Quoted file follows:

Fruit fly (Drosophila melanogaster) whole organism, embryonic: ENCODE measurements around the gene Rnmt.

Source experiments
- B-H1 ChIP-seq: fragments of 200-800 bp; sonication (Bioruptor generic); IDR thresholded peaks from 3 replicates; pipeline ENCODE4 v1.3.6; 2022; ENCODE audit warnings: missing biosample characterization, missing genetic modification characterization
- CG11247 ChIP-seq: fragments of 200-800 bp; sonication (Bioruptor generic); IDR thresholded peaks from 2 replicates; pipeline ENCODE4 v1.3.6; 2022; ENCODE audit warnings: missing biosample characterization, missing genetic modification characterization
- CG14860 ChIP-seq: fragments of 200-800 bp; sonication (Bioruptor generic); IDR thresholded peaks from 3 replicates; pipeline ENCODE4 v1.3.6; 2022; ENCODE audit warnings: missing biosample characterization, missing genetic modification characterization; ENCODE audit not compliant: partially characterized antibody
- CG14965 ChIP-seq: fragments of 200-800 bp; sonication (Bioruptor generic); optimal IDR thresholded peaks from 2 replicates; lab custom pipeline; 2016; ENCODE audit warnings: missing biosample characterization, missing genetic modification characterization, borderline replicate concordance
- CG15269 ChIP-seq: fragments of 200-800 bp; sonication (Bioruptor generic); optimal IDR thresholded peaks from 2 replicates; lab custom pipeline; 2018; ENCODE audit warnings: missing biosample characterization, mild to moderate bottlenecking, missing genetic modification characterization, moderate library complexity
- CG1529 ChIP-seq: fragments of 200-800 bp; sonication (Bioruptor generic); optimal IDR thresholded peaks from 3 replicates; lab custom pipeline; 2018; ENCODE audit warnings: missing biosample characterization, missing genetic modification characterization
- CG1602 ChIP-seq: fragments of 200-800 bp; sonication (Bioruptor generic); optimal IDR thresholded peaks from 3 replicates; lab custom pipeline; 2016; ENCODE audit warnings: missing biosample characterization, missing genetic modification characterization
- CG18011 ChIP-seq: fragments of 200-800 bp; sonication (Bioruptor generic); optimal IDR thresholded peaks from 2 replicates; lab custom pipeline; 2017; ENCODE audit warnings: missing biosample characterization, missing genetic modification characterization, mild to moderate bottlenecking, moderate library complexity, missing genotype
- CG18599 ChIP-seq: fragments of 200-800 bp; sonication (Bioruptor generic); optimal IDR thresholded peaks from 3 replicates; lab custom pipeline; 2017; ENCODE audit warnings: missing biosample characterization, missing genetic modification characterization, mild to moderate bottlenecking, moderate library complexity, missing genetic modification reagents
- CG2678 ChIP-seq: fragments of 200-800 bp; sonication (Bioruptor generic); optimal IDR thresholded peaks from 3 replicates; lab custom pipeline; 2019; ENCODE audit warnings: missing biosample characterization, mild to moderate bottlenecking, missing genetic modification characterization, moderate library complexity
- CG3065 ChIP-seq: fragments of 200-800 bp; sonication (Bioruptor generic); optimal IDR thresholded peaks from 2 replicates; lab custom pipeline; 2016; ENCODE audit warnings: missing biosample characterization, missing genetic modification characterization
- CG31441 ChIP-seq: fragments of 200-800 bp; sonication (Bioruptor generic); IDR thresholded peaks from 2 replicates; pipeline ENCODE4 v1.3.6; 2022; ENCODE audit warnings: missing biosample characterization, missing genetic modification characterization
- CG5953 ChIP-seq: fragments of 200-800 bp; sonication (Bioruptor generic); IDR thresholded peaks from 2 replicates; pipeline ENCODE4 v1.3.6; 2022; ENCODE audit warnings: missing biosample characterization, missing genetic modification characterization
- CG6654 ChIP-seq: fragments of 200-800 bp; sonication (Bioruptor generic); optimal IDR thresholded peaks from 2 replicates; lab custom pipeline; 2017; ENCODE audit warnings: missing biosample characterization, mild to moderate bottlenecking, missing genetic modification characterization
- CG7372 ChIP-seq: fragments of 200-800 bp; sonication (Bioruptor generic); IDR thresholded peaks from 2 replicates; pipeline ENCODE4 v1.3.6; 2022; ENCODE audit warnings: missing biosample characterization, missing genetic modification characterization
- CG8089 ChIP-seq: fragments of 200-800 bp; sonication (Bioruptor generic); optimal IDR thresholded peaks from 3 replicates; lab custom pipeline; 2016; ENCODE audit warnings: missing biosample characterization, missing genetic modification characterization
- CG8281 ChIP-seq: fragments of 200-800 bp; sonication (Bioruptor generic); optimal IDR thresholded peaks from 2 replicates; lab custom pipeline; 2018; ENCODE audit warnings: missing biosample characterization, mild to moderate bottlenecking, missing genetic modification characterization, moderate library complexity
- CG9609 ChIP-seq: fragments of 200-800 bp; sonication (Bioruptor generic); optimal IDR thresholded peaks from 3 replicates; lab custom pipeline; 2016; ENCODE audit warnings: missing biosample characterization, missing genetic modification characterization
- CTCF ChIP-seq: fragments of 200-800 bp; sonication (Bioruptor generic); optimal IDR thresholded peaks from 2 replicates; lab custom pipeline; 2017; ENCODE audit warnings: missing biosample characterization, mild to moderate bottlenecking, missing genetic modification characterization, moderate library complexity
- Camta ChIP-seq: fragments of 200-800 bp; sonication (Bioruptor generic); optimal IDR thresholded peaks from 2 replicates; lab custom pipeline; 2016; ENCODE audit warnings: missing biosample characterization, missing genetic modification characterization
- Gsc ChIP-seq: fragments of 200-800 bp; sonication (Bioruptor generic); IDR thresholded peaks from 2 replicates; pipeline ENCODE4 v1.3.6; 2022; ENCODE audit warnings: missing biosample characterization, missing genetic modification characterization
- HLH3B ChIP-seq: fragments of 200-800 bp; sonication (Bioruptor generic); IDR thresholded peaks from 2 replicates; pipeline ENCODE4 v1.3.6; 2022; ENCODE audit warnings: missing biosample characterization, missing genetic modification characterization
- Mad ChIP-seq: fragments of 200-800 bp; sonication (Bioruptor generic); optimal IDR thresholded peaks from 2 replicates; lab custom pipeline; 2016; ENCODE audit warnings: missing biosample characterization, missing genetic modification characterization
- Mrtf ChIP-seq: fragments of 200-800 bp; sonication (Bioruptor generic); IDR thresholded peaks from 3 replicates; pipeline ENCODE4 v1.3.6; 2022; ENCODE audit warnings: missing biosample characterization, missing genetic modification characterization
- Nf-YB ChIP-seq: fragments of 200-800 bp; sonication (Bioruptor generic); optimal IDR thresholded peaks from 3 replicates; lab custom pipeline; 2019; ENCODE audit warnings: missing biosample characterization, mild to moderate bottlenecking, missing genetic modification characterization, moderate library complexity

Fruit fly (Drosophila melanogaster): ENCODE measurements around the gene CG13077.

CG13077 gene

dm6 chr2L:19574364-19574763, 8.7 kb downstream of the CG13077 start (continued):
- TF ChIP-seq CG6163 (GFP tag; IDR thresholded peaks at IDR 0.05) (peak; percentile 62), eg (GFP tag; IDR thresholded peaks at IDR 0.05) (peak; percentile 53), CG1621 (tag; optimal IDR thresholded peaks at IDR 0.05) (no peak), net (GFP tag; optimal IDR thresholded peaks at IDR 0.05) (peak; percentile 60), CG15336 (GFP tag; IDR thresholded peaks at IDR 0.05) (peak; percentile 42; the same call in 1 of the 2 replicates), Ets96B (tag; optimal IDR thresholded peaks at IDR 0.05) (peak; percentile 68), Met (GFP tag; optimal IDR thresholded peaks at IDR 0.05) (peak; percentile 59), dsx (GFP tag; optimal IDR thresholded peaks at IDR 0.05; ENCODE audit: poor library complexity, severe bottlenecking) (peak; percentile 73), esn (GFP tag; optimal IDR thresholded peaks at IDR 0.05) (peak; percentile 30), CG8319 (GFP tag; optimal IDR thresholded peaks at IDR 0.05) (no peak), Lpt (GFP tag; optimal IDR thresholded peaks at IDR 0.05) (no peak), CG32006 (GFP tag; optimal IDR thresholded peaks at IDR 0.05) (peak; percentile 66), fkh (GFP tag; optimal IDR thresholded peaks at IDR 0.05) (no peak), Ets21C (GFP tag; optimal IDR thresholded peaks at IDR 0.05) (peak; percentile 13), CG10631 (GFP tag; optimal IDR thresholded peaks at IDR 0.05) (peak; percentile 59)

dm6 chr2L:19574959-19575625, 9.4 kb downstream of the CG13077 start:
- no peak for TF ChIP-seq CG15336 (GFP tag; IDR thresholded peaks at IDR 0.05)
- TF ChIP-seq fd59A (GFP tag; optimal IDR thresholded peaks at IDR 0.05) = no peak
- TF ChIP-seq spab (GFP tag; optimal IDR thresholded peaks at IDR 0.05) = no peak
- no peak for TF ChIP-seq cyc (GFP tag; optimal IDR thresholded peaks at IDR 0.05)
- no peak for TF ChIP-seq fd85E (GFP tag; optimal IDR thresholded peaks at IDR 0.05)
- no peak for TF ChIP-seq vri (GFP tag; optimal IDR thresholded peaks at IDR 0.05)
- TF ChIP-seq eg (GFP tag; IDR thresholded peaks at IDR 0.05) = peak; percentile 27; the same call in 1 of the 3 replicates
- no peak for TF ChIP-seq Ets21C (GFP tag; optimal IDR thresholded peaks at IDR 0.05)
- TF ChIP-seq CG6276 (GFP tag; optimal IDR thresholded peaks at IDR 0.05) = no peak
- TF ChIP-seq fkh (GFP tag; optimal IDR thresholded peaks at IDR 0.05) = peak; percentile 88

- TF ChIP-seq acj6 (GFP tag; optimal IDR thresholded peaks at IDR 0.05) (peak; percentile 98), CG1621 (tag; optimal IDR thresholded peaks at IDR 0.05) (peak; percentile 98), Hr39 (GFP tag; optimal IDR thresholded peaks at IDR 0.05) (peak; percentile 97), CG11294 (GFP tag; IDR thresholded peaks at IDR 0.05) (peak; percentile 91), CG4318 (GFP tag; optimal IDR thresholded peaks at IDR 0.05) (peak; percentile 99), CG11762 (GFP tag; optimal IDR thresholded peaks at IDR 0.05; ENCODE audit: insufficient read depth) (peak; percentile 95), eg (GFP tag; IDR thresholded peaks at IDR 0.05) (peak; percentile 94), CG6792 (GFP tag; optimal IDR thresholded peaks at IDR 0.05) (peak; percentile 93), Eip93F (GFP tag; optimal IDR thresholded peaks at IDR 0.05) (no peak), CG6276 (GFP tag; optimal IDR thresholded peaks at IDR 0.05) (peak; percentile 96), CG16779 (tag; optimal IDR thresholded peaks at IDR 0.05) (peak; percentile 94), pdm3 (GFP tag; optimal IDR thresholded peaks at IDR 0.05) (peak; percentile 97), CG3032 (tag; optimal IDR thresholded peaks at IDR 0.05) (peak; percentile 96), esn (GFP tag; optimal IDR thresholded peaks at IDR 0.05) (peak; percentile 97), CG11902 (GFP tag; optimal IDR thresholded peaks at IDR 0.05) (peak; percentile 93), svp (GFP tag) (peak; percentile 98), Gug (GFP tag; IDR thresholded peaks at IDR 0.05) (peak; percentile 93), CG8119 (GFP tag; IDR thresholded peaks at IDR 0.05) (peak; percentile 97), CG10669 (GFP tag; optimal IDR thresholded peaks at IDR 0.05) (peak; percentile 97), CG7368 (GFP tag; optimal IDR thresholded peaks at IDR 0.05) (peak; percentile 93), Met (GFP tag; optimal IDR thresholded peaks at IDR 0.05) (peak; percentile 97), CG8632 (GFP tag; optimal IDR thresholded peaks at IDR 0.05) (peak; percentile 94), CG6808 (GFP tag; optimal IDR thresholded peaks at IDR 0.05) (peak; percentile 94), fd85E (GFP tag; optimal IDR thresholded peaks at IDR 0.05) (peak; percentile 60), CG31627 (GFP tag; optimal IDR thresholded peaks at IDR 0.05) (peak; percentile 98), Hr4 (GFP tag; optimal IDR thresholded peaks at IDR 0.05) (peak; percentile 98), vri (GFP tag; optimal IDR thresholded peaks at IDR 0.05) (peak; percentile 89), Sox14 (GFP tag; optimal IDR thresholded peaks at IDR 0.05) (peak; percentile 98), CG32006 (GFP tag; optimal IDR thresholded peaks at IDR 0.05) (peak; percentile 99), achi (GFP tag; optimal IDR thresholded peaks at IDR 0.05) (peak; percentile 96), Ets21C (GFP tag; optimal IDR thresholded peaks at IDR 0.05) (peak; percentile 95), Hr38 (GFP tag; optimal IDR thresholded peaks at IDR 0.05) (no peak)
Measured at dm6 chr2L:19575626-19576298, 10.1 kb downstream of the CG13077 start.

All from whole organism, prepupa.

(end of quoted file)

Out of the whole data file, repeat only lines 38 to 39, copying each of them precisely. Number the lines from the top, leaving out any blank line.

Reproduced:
- no peak for TF ChIP-seq vri (GFP tag; optimal IDR thresholded peaks at IDR 0.05)
- TF ChIP-seq eg (GFP tag; IDR thresholded peaks at IDR 0.05) = peak; percentile 27; the same call in 1 of the 3 replicates